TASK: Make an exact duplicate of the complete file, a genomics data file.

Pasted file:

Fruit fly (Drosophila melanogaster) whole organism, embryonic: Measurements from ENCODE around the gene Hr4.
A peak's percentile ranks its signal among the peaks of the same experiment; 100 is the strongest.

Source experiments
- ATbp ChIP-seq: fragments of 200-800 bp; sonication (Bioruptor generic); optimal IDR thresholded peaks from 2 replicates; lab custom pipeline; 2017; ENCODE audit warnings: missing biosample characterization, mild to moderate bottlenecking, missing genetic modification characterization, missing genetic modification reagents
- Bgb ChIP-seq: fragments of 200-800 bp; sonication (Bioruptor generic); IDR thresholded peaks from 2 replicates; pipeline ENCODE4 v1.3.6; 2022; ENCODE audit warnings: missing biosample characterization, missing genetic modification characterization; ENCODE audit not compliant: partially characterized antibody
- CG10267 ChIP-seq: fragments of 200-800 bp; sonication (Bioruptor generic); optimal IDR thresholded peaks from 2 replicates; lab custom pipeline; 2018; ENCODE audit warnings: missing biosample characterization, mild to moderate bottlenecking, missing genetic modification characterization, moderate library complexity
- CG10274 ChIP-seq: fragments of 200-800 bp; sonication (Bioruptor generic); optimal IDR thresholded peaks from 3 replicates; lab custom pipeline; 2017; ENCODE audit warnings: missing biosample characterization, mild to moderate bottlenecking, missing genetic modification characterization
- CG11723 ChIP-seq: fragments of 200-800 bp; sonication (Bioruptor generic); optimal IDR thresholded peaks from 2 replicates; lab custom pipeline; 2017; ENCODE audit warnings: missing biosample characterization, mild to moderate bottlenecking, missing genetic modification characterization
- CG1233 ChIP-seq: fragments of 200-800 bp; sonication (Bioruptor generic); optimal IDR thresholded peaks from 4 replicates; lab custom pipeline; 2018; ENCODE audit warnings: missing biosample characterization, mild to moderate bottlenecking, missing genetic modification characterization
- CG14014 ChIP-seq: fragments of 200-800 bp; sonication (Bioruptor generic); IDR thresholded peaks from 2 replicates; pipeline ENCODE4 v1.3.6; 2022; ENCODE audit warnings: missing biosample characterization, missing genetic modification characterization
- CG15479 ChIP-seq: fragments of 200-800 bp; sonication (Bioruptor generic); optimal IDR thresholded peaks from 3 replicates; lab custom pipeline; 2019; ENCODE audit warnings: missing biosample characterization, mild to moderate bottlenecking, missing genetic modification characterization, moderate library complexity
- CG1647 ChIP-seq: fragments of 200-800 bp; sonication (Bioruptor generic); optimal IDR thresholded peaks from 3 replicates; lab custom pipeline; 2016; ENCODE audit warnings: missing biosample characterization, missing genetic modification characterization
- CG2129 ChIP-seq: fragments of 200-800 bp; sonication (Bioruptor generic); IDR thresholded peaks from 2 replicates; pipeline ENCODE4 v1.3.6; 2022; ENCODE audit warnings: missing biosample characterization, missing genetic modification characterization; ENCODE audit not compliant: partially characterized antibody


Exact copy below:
Fruit fly (Drosophila melanogaster) whole organism, embryonic: Measurements from ENCODE around the gene Hr4.
A peak's percentile ranks its signal among the peaks of the same experiment; 100 is the strongest.

Source experiments
- ATbp ChIP-seq: fragments of 200-800 bp; sonication (Bioruptor generic); optimal IDR thresholded peaks from 2 replicates; lab custom pipeline; 2017; ENCODE audit warnings: missing biosample characterization, mild to moderate bottlenecking, missing genetic modification characterization, missing genetic modification reagents
- Bgb ChIP-seq: fragments of 200-800 bp; sonication (Bioruptor generic); IDR thresholded peaks from 2 replicates; pipeline ENCODE4 v1.3.6; 2022; ENCODE audit warnings: missing biosample characterization, missing genetic modification characterization; ENCODE audit not compliant: partially characterized antibody
- CG10267 ChIP-seq: fragments of 200-800 bp; sonication (Bioruptor generic); optimal IDR thresholded peaks from 2 replicates; lab custom pipeline; 2018; ENCODE audit warnings: missing biosample characterization, mild to moderate bottlenecking, missing genetic modification characterization, moderate library complexity
- CG10274 ChIP-seq: fragments of 200-800 bp; sonication (Bioruptor generic); optimal IDR thresholded peaks from 3 replicates; lab custom pipeline; 2017; ENCODE audit warnings: missing biosample characterization, mild to moderate bottlenecking, missing genetic modification characterization
- CG11723 ChIP-seq: fragments of 200-800 bp; sonication (Bioruptor generic); optimal IDR thresholded peaks from 2 replicates; lab custom pipeline; 2017; ENCODE audit warnings: missing biosample characterization, mild to moderate bottlenecking, missing genetic modification characterization
- CG1233 ChIP-seq: fragments of 200-800 bp; sonication (Bioruptor generic); optimal IDR thresholded peaks from 4 replicates; lab custom pipeline; 2018; ENCODE audit warnings: missing biosample characterization, mild to moderate bottlenecking, missing genetic modification characterization
- CG14014 ChIP-seq: fragments of 200-800 bp; sonication (Bioruptor generic); IDR thresholded peaks from 2 replicates; pipeline ENCODE4 v1.3.6; 2022; ENCODE audit warnings: missing biosample characterization, missing genetic modification characterization
- CG15479 ChIP-seq: fragments of 200-800 bp; sonication (Bioruptor generic); optimal IDR thresholded peaks from 3 replicates; lab custom pipeline; 2019; ENCODE audit warnings: missing biosample characterization, mild to moderate bottlenecking, missing genetic modification characterization, moderate library complexity
- CG1647 ChIP-seq: fragments of 200-800 bp; sonication (Bioruptor generic); optimal IDR thresholded peaks from 3 replicates; lab custom pipeline; 2016; ENCODE audit warnings: missing biosample characterization, missing genetic modification characterization
- CG2129 ChIP-seq: fragments of 200-800 bp; sonication (Bioruptor generic); IDR thresholded peaks from 2 replicates; pipeline ENCODE4 v1.3.6; 2022; ENCODE audit warnings: missing biosample characterization, missing genetic modification characterization; ENCODE audit not compliant: partially characterized antibody